You’re invited to hear Pierre Wagner from the University of Paris 1 (Sorbonne) on Thursday, May 4, at 3 p.m., in a lecture titled “Intuition and Form in Carnap’s Der Raum” in Beckman Hall 401.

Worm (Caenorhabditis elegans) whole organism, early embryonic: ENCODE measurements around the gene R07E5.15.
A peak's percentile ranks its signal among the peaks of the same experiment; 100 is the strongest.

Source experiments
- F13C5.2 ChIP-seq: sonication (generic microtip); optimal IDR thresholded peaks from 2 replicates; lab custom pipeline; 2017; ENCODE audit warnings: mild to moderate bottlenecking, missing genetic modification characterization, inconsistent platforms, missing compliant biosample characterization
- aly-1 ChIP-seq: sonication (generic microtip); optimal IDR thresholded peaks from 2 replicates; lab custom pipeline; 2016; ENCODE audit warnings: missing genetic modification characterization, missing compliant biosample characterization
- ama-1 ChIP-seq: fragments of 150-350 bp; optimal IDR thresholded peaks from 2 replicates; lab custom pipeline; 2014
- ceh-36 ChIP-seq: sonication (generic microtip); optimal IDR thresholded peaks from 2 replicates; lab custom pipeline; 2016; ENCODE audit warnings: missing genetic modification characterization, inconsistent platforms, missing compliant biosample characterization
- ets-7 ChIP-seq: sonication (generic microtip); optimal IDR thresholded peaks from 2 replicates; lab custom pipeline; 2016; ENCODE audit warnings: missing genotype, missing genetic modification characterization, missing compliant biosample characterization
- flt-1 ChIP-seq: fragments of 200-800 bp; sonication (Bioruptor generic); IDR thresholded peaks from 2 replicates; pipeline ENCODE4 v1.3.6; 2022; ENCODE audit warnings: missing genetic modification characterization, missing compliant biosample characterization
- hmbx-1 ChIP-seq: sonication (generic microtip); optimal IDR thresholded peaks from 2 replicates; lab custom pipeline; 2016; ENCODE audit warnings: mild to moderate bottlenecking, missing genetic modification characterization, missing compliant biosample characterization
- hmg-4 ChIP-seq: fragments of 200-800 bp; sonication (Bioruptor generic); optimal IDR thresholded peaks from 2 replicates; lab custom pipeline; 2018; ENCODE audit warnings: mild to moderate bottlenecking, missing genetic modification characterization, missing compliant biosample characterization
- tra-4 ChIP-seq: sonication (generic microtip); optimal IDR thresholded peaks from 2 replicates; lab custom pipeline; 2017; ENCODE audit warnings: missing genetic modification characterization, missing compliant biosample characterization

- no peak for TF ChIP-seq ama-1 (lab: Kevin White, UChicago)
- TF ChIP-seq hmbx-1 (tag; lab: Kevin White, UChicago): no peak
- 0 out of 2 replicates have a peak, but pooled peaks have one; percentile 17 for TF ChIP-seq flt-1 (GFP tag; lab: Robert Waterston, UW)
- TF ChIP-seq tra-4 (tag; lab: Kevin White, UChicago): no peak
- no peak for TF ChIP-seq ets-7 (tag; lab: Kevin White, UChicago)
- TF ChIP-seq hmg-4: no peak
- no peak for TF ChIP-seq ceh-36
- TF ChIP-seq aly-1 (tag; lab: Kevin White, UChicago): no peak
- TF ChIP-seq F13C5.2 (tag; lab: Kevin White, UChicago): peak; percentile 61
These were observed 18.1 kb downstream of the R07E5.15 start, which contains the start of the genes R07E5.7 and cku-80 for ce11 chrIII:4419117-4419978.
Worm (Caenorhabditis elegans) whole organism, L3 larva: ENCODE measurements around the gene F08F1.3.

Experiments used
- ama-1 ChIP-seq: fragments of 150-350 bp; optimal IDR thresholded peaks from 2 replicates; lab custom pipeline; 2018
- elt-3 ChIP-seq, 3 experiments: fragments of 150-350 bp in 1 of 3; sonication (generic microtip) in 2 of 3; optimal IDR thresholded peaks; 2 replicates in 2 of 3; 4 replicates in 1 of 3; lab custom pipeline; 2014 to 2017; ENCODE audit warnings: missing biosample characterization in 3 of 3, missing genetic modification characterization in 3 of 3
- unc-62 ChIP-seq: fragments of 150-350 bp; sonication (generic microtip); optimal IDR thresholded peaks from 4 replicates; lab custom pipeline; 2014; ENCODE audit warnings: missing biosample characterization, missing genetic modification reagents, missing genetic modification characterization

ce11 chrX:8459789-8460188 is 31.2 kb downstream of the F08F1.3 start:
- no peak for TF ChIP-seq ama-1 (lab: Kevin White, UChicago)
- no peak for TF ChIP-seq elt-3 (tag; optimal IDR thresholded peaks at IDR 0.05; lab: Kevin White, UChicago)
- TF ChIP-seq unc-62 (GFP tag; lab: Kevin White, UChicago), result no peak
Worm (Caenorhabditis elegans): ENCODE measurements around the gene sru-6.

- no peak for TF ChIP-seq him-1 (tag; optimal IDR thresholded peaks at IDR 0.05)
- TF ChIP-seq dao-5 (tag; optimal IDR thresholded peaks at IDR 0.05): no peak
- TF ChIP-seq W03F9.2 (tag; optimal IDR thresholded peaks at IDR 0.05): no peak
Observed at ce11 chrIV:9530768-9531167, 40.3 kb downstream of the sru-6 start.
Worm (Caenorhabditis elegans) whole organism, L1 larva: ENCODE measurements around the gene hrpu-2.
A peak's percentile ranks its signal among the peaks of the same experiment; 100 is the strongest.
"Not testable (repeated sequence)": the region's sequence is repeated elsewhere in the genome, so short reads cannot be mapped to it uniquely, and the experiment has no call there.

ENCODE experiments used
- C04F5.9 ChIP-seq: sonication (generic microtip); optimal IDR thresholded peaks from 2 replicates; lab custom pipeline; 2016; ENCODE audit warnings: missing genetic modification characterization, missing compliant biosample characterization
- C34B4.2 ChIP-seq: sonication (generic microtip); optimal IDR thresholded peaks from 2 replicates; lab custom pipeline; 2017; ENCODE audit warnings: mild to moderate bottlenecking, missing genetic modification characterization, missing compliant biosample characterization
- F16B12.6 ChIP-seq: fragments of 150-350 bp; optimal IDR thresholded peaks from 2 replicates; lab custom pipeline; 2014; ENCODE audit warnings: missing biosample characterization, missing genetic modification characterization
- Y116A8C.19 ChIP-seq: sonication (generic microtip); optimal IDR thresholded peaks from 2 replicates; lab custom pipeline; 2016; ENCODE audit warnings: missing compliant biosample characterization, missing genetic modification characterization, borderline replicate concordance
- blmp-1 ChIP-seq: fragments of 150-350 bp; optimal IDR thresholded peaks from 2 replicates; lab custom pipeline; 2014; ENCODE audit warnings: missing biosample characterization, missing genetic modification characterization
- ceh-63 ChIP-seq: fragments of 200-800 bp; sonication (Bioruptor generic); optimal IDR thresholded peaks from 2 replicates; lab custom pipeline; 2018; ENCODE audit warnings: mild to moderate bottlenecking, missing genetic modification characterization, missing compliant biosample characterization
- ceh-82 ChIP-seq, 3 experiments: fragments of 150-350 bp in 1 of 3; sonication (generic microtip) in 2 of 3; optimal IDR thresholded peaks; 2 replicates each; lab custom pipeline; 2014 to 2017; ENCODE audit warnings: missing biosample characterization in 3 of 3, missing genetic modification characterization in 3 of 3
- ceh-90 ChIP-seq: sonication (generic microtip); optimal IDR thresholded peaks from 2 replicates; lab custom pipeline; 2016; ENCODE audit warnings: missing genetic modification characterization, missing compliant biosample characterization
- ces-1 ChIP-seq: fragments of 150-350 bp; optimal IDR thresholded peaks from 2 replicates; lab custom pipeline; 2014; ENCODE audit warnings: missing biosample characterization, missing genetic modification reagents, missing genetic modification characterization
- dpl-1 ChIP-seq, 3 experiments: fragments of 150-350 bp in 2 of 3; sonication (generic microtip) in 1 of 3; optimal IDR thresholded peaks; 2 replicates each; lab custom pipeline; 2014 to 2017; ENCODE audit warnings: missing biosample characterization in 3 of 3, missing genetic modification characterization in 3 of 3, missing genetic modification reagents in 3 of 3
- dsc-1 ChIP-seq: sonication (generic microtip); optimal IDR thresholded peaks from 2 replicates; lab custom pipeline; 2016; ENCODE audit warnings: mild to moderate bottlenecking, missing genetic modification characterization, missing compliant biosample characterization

At the time when Carnap’s Der Raum (Space) was published, in 1922, the geometrical heritage from Euclid and Descartes had been so deeply transformed that many questions about space and geometry were the object of vivid discussions among philosophers and mathematicians:  What is the object of geometry?  What are the sources of our knowledge of space?  What is the domain of validity and applicability of geometrical knowledge?  At the same time, physics raised new questions about space.  Einstein’s relativity theory, confirmed by Eddington’s experiments of 1919, revolutionized the relationships of geometry and experience as they were usually conceived.  It is no wonder that, after studying philosophy, mathematics, and physics at the University of Jena, the young Carnap endeavored to contribute to the “theory of science” by means of a dissertation about space and the various meanings of this concept.  In Der Raum, Carnap’s first book, we encounter a philosophical thought that is deeply influenced by Neo-Kantianism and Husserl, as well as quite different from the neo-positivist thought of the author of The Logical Structure of the World, The Logical Syntax of Language, and Meaning and Necessity with which we are more familiar and have learned to criticize.  In this talk, I will provide a short introduction to Der Raum and analyze the particular combination of intuition and form we find in Carnap’s conception of space and geometrical knowledge.